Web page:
In 1986, I spent six weeks of varying gloriousness in Harbor Beach, Michigan, on a summer exchange program. It was a memorable summer in many ways but one of the highlights was that I got to taste New Coke. They were exciting times because not only was there Classic Coke and New Coke, there was also Cherry Coke and Diet Coke, which had been introduced to the Finnish market two years earlier as Coca-Cola Light.
Five years ago, I wrote “Ten Little Stories About a Ten-Year-Old Boy” and since the little boy is now a broad-shouldered teenager, it’s time to list 15 short stories about him. These aren’t really stories, mostly just random facts. They have not been cleared with him, and any embarrassment caused by them is purely coincidental … and part of being a teenager.
For longer than I care to admit, I’ve known that “baby’s got blue eyes”. How blue? Well, like a “deep blue sea on a blue blue day”. I know this because somebody at Dad’s work had taped Elton John’s song ”Blue Eyes” on the same cassette tape as Steve Miller Band’s “Abracadabra” and while I was a much bigger fan of Steve’s gang than Mr. John, sometimes I wasn’t quick enough to press “stop” and listened to Sir Elton’s ballad, too.
Back when Wife and I had just met, and before we lived a walking distance from each other but in our own apartments, and before we had started to regularly spend the nights together in either one of them, it sometimes happened that Wife would leave my place in the evening and sleep at her sister’s place two subway stops down the red line.
One such time, when Wife and I saw each other the next morning at the office, and as we recapped our evenings, she, for a reason I can’t remember anymore, said casually that “she only has hard bread”. Meaning the Swedish knäckebröd, or crispbread, a flat and crisp rye bread.
“Oh,” I said, while making a mental note to always have fresh bread at home when Wife would visit.
“But I like crispbread,” she added, and I made a note of that, too.
I was definitely going to stock up on the knäckebröd as well. (But I was also going to make sure that as long as Wife was hanging out with me, she’d always – always – have soft bread to eat).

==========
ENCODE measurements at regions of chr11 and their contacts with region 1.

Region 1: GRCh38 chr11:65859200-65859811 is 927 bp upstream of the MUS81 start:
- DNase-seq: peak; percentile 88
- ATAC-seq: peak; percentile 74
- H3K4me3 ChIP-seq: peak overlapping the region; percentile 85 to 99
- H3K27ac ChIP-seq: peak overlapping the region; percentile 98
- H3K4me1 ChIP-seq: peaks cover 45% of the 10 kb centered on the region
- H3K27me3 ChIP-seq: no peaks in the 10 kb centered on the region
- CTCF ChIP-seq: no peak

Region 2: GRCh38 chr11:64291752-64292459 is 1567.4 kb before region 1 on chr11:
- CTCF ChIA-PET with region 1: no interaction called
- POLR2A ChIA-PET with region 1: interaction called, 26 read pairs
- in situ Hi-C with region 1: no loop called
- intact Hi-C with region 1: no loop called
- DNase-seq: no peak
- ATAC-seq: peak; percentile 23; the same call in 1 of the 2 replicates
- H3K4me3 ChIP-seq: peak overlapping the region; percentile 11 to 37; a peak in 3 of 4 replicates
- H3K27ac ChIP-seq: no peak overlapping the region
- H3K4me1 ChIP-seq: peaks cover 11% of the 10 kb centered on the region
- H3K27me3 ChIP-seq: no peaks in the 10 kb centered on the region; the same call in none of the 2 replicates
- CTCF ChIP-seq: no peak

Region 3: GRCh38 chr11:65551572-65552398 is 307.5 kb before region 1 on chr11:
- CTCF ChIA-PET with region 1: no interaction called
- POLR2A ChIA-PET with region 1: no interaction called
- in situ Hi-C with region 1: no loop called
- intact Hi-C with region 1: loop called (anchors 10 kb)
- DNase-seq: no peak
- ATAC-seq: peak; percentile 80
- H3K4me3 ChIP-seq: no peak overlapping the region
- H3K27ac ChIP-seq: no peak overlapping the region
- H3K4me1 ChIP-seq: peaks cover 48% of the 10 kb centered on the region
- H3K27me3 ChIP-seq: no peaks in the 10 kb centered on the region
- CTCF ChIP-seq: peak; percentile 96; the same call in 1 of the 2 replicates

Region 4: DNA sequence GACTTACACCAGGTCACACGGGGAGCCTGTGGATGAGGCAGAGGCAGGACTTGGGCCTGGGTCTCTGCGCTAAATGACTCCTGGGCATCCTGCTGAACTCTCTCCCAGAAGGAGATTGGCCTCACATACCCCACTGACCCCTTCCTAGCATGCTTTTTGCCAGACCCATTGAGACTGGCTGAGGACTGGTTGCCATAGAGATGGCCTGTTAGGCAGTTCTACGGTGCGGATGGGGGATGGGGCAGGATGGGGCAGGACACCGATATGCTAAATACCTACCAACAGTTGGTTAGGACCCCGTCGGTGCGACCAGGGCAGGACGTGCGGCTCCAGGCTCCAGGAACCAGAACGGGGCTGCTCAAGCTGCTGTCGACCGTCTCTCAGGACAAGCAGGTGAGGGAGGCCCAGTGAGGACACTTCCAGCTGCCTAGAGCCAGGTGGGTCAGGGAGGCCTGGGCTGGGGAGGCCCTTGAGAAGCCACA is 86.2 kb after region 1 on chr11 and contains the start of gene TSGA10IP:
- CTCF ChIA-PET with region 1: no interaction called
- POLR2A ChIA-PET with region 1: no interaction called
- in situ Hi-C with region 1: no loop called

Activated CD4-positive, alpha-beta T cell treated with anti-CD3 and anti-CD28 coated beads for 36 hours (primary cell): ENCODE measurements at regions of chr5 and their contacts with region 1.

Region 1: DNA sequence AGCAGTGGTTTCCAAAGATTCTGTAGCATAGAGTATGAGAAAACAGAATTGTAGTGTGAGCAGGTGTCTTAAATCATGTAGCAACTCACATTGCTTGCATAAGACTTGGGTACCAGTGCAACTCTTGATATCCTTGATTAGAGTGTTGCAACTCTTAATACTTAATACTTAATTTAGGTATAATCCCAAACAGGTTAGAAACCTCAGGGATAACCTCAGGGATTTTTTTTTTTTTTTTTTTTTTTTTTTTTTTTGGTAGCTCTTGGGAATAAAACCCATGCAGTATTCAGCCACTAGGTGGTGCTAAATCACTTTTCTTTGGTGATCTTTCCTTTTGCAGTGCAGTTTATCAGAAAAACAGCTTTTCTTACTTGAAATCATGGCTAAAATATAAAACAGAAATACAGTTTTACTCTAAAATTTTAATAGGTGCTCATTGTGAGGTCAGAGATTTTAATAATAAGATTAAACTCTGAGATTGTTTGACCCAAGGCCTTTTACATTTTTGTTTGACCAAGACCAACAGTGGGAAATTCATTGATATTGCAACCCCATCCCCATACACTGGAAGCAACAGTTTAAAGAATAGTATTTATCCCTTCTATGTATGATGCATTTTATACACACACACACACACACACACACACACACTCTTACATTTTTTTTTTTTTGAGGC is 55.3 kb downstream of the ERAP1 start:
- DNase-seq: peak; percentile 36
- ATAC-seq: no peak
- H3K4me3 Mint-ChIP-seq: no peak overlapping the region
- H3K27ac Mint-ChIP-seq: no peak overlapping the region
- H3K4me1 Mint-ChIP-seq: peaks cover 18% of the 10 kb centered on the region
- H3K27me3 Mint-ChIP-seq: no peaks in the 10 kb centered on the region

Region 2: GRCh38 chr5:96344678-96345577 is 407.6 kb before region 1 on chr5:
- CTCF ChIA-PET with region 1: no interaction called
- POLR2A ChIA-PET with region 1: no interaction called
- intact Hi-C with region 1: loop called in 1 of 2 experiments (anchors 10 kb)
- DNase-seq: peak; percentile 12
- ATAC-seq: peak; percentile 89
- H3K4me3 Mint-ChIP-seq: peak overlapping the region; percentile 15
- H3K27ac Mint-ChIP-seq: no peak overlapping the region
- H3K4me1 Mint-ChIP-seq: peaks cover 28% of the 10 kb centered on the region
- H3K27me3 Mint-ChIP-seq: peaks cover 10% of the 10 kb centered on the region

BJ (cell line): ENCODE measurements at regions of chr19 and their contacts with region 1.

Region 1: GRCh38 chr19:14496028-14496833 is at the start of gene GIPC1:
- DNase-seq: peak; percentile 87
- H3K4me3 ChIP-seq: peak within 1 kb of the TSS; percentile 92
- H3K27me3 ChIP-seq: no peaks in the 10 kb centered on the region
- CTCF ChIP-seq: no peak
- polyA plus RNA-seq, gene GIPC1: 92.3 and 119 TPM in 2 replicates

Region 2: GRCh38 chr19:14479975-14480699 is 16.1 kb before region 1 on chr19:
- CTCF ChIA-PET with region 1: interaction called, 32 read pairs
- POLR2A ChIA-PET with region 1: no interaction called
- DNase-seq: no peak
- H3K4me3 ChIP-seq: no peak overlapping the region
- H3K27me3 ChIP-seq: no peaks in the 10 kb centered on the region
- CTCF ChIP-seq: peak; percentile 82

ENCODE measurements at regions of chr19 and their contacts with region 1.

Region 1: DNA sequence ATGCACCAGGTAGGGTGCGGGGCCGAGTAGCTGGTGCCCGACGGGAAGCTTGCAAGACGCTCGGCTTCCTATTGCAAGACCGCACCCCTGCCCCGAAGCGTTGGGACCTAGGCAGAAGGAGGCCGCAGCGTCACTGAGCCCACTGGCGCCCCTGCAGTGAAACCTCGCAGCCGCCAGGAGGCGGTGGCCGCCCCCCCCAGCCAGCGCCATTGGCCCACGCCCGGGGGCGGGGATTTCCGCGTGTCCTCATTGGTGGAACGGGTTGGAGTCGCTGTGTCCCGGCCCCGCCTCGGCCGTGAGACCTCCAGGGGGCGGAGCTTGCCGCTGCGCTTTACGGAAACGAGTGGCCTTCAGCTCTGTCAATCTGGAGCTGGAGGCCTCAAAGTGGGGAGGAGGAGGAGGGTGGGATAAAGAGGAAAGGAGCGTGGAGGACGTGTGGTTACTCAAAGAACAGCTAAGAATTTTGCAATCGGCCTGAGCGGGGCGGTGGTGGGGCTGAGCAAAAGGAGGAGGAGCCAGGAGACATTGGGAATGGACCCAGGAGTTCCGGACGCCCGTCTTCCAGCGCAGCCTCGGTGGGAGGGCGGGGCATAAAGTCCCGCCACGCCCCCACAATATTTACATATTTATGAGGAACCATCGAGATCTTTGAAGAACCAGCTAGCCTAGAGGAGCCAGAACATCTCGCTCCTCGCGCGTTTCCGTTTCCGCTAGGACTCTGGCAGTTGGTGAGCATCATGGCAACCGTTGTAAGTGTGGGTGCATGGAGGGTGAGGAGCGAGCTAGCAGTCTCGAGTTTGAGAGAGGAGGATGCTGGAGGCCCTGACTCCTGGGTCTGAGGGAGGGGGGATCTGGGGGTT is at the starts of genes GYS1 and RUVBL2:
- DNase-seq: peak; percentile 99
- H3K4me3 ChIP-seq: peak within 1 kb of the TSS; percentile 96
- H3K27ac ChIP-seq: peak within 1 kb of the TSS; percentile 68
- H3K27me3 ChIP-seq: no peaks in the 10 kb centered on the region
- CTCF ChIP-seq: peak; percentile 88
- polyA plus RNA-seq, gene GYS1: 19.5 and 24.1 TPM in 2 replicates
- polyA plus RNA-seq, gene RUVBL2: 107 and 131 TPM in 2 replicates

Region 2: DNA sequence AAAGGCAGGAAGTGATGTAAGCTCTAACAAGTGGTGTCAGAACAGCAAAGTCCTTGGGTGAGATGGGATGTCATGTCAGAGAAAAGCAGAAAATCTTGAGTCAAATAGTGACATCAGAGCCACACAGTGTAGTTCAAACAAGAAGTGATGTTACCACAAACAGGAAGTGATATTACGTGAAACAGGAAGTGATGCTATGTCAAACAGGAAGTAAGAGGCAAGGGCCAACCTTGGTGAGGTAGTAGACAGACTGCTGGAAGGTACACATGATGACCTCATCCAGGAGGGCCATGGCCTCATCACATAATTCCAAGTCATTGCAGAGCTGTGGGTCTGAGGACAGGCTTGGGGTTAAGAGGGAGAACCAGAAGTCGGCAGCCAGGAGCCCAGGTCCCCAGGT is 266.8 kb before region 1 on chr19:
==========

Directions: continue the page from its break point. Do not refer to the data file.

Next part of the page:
Everybody wants to go to heaven but nobody wants to die, and in a similar fashion, I would love to look good but I hate shopping. Not with passion because I don’t care enough, but still, enough to own several T-shirts from the previous century.
And that’s why I am a lightning-fast shopper when I do hit the shops. I have an image in my head going in, and when I see the thing that matches that image, I’ll buy it.
Admittedly, it doesn’t mean that I have style, or that I’ll look good (or at least as good as in the image in my head) but most of the times I’ll be pleased with what I see in the mirror.
I’m one of those Dads who like to tell stories about the tough times of their childhoods. I’m the guy who tells his kids he didn’t have any toys as a kid, and when they challenge me, I tell them to ask Grandma. And when she laughs and says that I most definitely had toys, I challenge her, and make her list all of my toys, and when she only remembers three of four, I say, “ha!”
And when I then tell Son and Daughter how I had to make cows out of (used) matches and a pair of pine cones, they look at me like I’m crazy and then we have to go on Wikipedia to see what a “cow” is. (I’m kidding, Son and Daughter have seen cows in the wild.)
You’re probably reading this at breakfast, while eating Star Wars cereal. No, wait. There is no Star Wars cereal yet. My bad, a bit of a spoiler but at least it’s something to look forward to. (Chocolate cereal … I know!)
It’s funny what sticks to your mind from reading books. What we remember from a book may be just a throwaway line – if there ever are such things – the author may have thought was slightly amusing, or a description of a character who’s not key to the plot. (Then again, if you remember that, maybe she was).
Anyway, this is once again a way to make a short story long to say that I once read a book and the only thing that’s stuck with me through the decades is not its name (so I can’t tell you which one it was or anything else that seems important) but instead, I remember a character description. In the book there was someone who “liked to give nicknames to people”.